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Tom Meaglia, ChFC®

Chartered Financial Consultant


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Meaglia Financial Consulting

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November/December 2018

Life Insurance and Executive Bonuses

Business financial concept Time is money: vintage hourglass with golden dollar symbol inside and flowing sand isolated on white background with reflection effect

When you want to reward executives with a bonus but don’t have the cash flow to do it, executive bonus arrangements funded by life insurance may be an efficient option. Also known as Internal Revenue Code (IRC) Section 162 plans, executive bonus arrangements are typically additional compensation – or bonuses – given to executives and other key employees.

The Details
Because the IRC defines Section 162 plans as nonqualified, the plans don’t offer the tax-deferral advantages of 401(k) and other qualified retirement plans. But, as nonqualified deferred compensation (NQDC), they also don’t have the contribution limits deferred compensation plans have.

Executive bonus plans may give business owners the ability to deduct premium payments as a business expense. However, the business cannot recover expenses from the death benefit, because the insured owns the policy and names the beneficiary.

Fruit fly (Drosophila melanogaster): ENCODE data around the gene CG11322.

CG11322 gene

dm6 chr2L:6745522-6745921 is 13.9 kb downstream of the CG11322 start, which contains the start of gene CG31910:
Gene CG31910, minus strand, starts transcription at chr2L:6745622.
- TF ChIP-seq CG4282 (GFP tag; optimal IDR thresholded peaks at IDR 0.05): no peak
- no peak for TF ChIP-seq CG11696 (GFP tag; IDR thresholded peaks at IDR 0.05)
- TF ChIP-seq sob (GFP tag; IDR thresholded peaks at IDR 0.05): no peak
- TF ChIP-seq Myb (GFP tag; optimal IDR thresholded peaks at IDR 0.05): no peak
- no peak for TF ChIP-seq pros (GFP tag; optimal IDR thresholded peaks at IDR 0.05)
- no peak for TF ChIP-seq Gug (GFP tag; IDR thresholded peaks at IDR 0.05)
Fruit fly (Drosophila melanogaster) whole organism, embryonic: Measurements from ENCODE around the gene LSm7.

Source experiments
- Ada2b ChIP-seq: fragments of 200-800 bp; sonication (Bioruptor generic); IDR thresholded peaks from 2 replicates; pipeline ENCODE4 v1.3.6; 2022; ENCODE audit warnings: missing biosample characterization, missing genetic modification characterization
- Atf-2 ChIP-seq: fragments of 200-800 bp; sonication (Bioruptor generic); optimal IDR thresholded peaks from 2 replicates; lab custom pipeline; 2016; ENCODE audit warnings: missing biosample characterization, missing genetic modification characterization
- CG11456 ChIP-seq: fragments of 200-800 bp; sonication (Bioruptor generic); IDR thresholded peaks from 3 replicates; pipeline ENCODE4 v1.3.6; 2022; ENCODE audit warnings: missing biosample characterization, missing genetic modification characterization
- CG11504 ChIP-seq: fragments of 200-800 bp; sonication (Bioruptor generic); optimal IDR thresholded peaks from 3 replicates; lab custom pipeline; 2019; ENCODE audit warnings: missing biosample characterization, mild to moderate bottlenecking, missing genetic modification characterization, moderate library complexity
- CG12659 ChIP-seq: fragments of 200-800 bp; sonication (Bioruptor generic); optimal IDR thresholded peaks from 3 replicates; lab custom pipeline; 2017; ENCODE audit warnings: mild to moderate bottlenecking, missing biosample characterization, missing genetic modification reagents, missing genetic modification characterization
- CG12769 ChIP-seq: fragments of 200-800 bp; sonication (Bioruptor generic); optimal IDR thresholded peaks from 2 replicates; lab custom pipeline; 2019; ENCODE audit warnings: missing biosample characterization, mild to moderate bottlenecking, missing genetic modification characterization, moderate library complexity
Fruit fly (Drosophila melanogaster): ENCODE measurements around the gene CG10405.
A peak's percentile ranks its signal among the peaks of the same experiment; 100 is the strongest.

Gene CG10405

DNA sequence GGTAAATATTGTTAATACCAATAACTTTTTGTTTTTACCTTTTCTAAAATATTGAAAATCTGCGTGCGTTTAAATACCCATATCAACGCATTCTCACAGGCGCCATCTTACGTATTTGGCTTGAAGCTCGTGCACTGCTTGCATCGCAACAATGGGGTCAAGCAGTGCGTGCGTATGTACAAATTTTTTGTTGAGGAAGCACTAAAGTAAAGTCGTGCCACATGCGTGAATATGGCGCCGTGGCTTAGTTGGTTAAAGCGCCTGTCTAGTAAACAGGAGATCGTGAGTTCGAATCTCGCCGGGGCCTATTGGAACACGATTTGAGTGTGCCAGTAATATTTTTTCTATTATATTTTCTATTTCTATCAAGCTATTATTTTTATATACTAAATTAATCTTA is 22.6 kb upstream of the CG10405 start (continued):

Because there is some flexibility in how cash value and loans are handled, business owners may restrict key executives from taking cash value or loans from the policy for a period of time. This approach can provide an incentive for key employees to remain with the company. Conversely, key employees may have access to cash value and loans throughout the life of the agreement.

Pros and Cons
While life insurance is an efficient way to provide an executive bonus, the arrangement itself has a few potential pitfalls of which business owners need be aware. The key disadvantage is the life insurance policy’s portability. Because key executives name beneficiaries of the policy, business owners have little control over this method of compensation. For example, executives leaving the firm can take the policy’s death benefits with them.

However, business owners that use Section 162 plans appreciate their ability to help attract and retain key employees and their ease of administration compared to qualified plans.

Executive Points
Key employees who benefit from Section 162 plans need be aware of a couple of tax implications. First, premiums paid by the company are taxable to the employee. However, the company may offer a double bonus arrangement that includes extra compensation to pay the tax. Second, the death benefit becomes part of a potentially taxable estate.

Consult you financial and tax professionals to learn more.


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